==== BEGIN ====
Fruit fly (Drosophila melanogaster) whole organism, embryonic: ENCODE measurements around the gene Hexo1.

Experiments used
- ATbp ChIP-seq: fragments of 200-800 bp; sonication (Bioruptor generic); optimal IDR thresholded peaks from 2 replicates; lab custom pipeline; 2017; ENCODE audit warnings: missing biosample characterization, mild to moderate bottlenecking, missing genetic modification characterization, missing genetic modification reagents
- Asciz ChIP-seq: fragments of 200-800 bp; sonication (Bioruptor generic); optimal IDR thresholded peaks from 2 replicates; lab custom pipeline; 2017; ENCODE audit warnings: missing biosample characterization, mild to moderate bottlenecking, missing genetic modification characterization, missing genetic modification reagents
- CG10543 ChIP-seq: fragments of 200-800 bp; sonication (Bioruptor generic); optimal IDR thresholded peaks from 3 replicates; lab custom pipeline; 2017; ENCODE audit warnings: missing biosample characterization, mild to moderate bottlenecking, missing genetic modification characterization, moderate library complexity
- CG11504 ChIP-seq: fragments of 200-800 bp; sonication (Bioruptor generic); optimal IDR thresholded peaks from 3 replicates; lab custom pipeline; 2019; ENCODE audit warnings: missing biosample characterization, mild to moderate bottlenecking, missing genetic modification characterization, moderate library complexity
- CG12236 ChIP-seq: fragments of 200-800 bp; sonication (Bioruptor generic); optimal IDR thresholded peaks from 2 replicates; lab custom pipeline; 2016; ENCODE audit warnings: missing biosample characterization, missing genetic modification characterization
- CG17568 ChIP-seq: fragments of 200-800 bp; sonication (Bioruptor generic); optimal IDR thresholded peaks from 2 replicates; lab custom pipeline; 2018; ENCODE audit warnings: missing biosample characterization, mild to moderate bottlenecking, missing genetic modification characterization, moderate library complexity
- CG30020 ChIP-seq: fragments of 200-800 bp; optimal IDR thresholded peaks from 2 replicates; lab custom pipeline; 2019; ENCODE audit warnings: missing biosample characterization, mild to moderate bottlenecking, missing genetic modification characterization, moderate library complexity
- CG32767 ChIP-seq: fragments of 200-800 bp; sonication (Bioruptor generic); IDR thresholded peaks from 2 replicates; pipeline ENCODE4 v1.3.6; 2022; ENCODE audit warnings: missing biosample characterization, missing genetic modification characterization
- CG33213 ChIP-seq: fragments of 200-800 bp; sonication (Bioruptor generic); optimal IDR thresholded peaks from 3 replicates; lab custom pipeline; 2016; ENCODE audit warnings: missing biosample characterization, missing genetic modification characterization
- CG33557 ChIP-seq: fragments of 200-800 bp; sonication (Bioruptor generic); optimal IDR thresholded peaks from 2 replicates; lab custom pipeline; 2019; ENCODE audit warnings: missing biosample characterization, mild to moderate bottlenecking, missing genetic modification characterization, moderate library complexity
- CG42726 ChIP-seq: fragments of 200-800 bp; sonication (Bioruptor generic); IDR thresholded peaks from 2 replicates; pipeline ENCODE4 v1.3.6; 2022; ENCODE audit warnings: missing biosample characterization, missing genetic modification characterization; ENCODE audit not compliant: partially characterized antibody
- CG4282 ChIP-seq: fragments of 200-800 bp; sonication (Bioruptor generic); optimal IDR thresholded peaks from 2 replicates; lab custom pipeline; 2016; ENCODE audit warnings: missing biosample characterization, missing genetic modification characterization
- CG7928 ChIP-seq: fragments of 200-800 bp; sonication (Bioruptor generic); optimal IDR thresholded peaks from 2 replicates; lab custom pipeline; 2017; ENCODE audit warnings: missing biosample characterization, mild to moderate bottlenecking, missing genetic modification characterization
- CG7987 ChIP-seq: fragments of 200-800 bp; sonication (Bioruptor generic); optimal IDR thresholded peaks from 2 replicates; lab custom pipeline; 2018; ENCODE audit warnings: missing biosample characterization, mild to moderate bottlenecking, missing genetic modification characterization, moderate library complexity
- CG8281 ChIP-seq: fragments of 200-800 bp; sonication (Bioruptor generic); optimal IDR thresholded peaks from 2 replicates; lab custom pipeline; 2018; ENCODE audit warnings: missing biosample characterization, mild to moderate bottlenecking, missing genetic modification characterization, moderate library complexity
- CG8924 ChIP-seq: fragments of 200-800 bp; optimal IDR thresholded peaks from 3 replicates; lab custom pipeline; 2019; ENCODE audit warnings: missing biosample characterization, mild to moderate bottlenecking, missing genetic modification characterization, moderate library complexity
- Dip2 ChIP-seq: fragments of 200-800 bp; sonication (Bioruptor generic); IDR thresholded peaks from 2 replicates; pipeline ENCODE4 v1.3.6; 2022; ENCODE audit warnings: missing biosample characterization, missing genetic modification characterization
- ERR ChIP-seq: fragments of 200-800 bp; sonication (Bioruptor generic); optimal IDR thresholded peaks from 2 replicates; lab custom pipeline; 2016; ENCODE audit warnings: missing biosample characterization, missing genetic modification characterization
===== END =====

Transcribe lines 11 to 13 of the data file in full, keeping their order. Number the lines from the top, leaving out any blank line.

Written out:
- CG33213 ChIP-seq: fragments of 200-800 bp; sonication (Bioruptor generic); optimal IDR thresholded peaks from 3 replicates; lab custom pipeline; 2016; ENCODE audit warnings: missing biosample characterization, missing genetic modification characterization
- CG33557 ChIP-seq: fragments of 200-800 bp; sonication (Bioruptor generic); optimal IDR thresholded peaks from 2 replicates; lab custom pipeline; 2019; ENCODE audit warnings: missing biosample characterization, mild to moderate bottlenecking, missing genetic modification characterization, moderate library complexity
- CG42726 ChIP-seq: fragments of 200-800 bp; sonication (Bioruptor generic); IDR thresholded peaks from 2 replicates; pipeline ENCODE4 v1.3.6; 2022; ENCODE audit warnings: missing biosample characterization, missing genetic modification characterization; ENCODE audit not compliant: partially characterized antibody